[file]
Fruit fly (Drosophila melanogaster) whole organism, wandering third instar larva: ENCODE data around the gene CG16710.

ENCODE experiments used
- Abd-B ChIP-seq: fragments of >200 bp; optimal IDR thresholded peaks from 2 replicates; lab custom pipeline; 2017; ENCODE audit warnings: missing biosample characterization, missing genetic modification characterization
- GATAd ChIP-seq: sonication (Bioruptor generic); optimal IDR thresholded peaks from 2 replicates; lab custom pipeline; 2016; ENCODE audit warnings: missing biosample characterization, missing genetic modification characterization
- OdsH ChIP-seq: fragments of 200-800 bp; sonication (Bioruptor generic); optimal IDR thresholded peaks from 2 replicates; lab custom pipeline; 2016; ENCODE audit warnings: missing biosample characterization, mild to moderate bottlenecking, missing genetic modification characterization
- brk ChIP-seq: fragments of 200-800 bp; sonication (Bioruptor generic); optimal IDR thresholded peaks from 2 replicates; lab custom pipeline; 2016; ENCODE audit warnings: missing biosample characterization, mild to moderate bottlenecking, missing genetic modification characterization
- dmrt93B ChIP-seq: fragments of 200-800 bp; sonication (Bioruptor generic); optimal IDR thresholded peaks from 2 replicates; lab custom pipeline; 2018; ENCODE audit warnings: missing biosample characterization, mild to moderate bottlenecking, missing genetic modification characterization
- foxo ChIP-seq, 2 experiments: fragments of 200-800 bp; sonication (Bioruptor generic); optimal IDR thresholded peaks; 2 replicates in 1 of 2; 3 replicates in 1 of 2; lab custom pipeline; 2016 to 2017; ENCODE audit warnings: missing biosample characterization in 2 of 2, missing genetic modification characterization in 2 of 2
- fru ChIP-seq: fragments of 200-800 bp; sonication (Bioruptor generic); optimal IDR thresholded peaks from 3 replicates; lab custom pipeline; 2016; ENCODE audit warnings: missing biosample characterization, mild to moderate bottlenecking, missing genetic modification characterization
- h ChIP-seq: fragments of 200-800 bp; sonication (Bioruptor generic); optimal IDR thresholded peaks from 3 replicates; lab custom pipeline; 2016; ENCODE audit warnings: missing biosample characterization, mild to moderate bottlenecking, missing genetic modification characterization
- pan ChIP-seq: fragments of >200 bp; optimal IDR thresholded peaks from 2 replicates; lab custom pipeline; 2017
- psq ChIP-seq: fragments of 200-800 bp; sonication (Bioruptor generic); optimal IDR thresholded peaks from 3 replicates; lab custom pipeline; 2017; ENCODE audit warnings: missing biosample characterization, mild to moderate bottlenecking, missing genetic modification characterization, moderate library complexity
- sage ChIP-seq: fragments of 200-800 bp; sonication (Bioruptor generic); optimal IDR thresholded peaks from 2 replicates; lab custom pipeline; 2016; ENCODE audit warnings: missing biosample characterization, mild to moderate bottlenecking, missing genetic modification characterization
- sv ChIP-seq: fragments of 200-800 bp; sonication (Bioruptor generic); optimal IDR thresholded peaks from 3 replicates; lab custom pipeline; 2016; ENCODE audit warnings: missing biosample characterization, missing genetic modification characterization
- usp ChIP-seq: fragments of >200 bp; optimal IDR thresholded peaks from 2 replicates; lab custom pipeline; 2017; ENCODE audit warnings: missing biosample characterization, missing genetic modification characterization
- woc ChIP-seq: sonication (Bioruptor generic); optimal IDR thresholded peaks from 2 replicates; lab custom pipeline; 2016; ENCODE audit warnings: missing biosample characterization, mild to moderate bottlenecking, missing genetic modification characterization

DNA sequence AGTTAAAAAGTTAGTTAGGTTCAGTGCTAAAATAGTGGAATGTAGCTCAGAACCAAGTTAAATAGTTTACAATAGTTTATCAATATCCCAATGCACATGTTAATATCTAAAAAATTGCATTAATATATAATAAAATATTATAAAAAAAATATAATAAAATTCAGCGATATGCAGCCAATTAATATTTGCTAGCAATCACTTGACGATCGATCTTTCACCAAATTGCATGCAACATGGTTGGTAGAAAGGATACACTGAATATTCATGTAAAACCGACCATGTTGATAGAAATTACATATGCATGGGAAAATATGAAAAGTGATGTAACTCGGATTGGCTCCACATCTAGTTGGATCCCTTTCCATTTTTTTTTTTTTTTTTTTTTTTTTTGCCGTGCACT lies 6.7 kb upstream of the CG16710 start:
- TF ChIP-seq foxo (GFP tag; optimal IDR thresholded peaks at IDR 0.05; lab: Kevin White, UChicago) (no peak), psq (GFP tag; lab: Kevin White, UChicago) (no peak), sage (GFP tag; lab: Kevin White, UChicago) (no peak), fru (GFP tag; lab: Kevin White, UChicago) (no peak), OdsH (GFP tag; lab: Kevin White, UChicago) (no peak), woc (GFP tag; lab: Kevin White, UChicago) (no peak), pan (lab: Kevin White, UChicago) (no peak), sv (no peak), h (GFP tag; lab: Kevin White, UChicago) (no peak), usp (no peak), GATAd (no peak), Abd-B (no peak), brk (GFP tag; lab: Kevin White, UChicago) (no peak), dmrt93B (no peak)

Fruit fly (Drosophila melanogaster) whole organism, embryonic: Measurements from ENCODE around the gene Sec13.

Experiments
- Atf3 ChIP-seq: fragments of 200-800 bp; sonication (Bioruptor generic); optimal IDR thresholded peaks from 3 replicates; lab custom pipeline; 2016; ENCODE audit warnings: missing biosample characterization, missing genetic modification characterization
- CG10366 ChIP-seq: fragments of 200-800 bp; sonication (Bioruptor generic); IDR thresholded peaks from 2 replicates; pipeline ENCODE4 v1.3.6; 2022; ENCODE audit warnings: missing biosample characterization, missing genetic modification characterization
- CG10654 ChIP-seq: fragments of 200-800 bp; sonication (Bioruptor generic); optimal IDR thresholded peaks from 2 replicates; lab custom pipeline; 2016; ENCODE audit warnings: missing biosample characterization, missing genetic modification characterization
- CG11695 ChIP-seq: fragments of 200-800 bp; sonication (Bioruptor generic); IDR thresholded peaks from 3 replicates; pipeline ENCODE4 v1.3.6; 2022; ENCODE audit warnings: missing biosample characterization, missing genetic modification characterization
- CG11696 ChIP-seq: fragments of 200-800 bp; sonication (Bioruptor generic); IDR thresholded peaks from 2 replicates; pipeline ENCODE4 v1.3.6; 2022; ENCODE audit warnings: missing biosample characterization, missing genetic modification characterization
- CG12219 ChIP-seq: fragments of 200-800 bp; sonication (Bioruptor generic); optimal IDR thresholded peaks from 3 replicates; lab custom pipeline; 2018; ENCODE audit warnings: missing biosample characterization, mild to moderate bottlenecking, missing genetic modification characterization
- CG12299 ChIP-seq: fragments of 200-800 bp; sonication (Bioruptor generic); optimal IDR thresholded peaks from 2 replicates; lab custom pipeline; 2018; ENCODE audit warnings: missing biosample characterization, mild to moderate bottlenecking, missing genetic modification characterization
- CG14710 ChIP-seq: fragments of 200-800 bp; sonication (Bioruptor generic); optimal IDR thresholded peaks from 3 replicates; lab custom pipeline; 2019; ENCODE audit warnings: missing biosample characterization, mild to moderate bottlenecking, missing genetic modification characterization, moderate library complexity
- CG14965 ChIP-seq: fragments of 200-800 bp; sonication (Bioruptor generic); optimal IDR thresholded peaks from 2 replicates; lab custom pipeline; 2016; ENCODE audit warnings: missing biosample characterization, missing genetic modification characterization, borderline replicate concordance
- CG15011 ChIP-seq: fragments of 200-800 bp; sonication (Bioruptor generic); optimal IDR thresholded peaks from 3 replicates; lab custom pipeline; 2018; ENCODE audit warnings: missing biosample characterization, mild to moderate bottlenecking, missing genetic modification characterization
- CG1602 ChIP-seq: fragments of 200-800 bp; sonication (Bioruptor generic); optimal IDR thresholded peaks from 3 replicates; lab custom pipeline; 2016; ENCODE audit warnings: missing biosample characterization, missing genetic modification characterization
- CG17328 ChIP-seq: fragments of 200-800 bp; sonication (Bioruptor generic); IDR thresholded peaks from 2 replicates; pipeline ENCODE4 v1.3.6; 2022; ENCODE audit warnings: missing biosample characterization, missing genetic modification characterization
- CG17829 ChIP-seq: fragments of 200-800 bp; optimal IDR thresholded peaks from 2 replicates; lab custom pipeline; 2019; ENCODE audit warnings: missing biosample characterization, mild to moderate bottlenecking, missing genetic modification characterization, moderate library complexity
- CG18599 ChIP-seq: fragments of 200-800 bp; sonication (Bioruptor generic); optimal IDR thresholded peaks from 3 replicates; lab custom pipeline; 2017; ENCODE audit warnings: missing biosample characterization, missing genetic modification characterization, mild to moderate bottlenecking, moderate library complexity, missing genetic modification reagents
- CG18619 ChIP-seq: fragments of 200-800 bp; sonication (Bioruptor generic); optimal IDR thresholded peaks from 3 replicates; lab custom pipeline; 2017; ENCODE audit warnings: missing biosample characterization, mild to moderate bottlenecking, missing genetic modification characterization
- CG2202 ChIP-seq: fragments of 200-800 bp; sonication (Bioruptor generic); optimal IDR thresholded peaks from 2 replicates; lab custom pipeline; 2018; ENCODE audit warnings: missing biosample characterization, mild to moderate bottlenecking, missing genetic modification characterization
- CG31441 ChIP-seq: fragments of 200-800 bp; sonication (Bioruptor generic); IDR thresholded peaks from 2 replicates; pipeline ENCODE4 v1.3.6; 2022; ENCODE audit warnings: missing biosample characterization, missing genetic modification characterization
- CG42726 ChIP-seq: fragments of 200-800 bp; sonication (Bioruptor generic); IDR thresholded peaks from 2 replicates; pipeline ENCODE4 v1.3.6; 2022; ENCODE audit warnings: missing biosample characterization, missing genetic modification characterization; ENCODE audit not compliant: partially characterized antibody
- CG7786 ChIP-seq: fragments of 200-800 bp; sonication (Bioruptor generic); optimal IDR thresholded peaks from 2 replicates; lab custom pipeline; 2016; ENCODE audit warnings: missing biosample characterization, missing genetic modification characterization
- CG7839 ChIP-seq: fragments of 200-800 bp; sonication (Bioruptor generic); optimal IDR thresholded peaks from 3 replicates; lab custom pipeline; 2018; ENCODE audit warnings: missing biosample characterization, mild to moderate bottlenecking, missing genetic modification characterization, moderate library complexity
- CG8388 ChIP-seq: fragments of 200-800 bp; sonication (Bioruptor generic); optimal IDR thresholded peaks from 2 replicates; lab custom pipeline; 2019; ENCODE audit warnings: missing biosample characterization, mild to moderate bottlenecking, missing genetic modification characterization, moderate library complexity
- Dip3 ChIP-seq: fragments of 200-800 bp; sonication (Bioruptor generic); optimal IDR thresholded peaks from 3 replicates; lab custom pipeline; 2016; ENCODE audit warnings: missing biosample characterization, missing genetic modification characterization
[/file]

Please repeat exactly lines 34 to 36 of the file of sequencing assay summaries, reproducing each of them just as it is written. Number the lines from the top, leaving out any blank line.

- CG18599 ChIP-seq: fragments of 200-800 bp; sonication (Bioruptor generic); optimal IDR thresholded peaks from 3 replicates; lab custom pipeline; 2017; ENCODE audit warnings: missing biosample characterization, missing genetic modification characterization, mild to moderate bottlenecking, moderate library complexity, missing genetic modification reagents
- CG18619 ChIP-seq: fragments of 200-800 bp; sonication (Bioruptor generic); optimal IDR thresholded peaks from 3 replicates; lab custom pipeline; 2017; ENCODE audit warnings: missing biosample characterization, mild to moderate bottlenecking, missing genetic modification characterization
- CG2202 ChIP-seq: fragments of 200-800 bp; sonication (Bioruptor generic); optimal IDR thresholded peaks from 2 replicates; lab custom pipeline; 2018; ENCODE audit warnings: missing biosample characterization, mild to moderate bottlenecking, missing genetic modification characterization